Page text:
This week in Kansas City, Folk Alliance International beckons to those people who love intimate songwriting, intentional activism, and interesting interactions at every turn. The Bluegrass Situation will be on the ground with hundreds of other music fans and performers, seeking out new talent and engaging with the legends. Here are some of the moments we’re most looking forward to.
Wednesday, February 1 at 3 pm
Pretty much everything related to this conference–from the trade show to the showcases–takes place inside the Westin Hotel, so you’ll find yourself squishing into elevators with the same faces throughout the five-day event. The inevitable question is, “What are you going to see next?” That’s up to you, of course, but this mixer will help you make a game plan to maximize your time at Folk Alliance. Sure, it can be intimidating at first. But once you get used to it, it’s also one of the most welcoming events in the music industry.
International Folk Music Awards
Wednesday, February 1 at 8 pm
One of the most popular gatherings of the week, the International Folk Music Awards recognize the achievements of the past year as well as the accomplishments of the genre’s icons. Leyla McCalla and the Milk Carton Kids are among the confirmed performers. Take a look at the nominees and special award recipients and enjoy an evening of wonderful speeches and song.
Black American Music Summit
Wednesday, February 1 at 4 pm
Thursday, February 2 at 11:30 am
Friday, February 3 at 12 pm
Saturday, February 4 at 12 pm
Black artists and industry members will confer about ways to empower one another with daily conversations during this four-day summit. The first session on Wednesday is subtitled “Setting the Tone,” while Thursday tackles the theme of “It Takes a Village,” which helps leaders learn how to lean on others to grow their business. On Friday, the topic is “Money Matters,” with tips on identifying revenue streams and best practices for touring, applicable to artists and industry alike. The final installment on Saturday explores the vast and ever-changing modern landscape of Black Music with a two-hour program subtitled “Lifting the Gaze.”
Valerie June Keynote Address and Artist in Residence
Thursday, February 2 at 1:30 pm
Tennessee native Valerie June is one of the most versatile figures in roots music, with her creative output ranging from Grammy-nominated albums to a new children’s book. Her afternoon keynote address is likely to touch on some of her favorite themes, such as finding joy, mindfulness, and communing with Mother Nature. Prior to her appearance, the conference will host a presentation from its Artist in Residence. Cary Morin will speak about his experiences with Friends of the Kaw, a grassroots organization dedicated to protecting the Kaw River (also known as the Kansas River). He will also sing a song written about the experience.
The Queer Pulse of Society: A Conversation About Community and Social Sustainability
Friday, February 3 at 10 am
This conversation presented by Bluegrass Pride will offer insight from performers and industry professionals about their interactions in the music community. Topics include intersectionality, identity politics, and socially sustainable models of business. The discussion will be led by Lillian Werbin (president and co-owner of Elderly Instruments), Marcy Marxer (a prolific recording artist in children’s music), and Sara Gougeon (founder of Queerfest and part of the FAI social media and marketing team).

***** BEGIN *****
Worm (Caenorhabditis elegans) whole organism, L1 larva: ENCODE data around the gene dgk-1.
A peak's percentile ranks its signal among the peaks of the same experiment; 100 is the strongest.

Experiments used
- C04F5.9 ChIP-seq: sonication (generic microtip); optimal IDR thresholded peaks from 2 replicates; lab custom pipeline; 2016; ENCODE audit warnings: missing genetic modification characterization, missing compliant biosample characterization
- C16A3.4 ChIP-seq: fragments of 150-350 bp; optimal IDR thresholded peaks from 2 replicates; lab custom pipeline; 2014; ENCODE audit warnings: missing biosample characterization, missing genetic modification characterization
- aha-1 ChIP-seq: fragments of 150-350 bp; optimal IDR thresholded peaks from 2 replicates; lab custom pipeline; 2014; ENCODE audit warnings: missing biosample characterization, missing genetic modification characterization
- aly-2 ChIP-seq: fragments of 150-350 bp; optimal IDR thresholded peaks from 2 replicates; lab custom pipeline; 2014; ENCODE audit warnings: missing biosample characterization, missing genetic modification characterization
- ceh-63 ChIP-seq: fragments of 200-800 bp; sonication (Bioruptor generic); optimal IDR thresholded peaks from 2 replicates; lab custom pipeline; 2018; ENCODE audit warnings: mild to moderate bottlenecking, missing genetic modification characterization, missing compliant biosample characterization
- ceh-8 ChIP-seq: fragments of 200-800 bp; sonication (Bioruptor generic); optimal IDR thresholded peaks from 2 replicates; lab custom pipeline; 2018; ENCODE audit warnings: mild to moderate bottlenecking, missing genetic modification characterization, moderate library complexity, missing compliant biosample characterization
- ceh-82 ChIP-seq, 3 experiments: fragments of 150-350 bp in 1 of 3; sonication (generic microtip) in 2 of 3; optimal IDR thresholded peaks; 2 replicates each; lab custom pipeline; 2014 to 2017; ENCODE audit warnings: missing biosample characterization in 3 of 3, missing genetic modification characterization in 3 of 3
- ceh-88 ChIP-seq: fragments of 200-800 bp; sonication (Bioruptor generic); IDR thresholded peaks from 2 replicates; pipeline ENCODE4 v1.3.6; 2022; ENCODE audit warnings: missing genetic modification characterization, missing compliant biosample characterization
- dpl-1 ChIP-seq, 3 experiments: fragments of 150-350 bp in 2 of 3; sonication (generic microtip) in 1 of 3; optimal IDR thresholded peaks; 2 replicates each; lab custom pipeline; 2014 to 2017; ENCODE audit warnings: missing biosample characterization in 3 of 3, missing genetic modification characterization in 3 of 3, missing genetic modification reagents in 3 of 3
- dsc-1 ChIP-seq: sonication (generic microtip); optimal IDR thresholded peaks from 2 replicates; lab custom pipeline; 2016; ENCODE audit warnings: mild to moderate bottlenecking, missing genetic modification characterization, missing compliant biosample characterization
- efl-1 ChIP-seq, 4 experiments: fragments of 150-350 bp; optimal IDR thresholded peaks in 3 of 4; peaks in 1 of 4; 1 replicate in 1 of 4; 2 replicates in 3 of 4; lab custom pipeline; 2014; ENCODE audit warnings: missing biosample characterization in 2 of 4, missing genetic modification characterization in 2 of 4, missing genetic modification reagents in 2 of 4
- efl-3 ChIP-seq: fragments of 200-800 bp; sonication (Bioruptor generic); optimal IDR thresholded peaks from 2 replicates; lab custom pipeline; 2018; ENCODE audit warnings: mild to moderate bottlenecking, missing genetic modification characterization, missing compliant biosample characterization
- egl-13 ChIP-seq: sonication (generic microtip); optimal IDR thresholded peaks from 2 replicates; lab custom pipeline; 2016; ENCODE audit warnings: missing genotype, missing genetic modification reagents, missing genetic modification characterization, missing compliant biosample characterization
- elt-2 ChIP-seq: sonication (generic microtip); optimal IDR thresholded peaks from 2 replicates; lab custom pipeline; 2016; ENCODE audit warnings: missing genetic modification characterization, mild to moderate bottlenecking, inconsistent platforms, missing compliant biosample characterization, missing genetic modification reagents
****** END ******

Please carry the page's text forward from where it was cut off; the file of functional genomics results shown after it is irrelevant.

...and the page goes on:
Mary Gauthier: Saved by a Song
Friday, February 3 at 2 pm
Mary Gauthier shared her highs and lows of her path in her thought-provoking memoir, Saved by a Song: The Art and Healing Power of Songwriting. In this special interview session at Folk Alliance, she will describe how songwriting can bring people together, even when it seems that they have nothing in common. If you’re looking for wisdom and insight from one of our most masterful artists, don’t miss this one. The interview will be conducted by folk radio personality Marilyn Rea Breyer.
CommUNITY Gathering: Meet the Team
Saturday, February 4 at 9:30 am
It should be clear by now that Folk Alliance has an approachable vibe. That extends all the way to the organization’s leadership. All delegates at the conference are invited to this gathering that features new executive director Neeta Ragoowansi and new board president Ashley Shabanakareh. After a few remarks, there’s a casual meet-and-greet. BGS executive director Amy Reitnouer Jacobs will also be on hand, alongside Folk Alliance deputy director Jennifer Roe. Yes, we know it’s early, but there’s coffee!
Janis Ian: In Her Own Words
Saturday, February 4 at 10:45 am
The enduring singer-songwriter known for “Society’s Child” and “At Seventeen” is now in the twilight of her career. An unusual case of laryngitis forced her to cancel her farewell tour but it hasn’t dimmed her status in the folk community. She’s revered for her way with words and her honesty, not to mention six decades on stages around the world. Her final album, The Light at the End of the Line, is a proper coda to her recording career but you can expect this informal chat to survey her full career. Stick around for a Q&A after the talk.
Songs of Hope, Songs of Change
Sunday, February 5 at 10 am
By now, you’ve made new friends, discovered amazing artists, and stayed up waaay later than usual. Congrats! Close out the event with this grassroots multi-artist concert featuring songs written about climate and social justice written by FAI artists. Hosted by the People’s Music Network, the event is intended to rally the activist in all of us. As the (highly recommended) Folk Alliance 2023 app says, “Come lend your ear and lift your voice at this Sunday morning event, as our community collectively and creatively engages with messaging and meaning that will inspire us all.”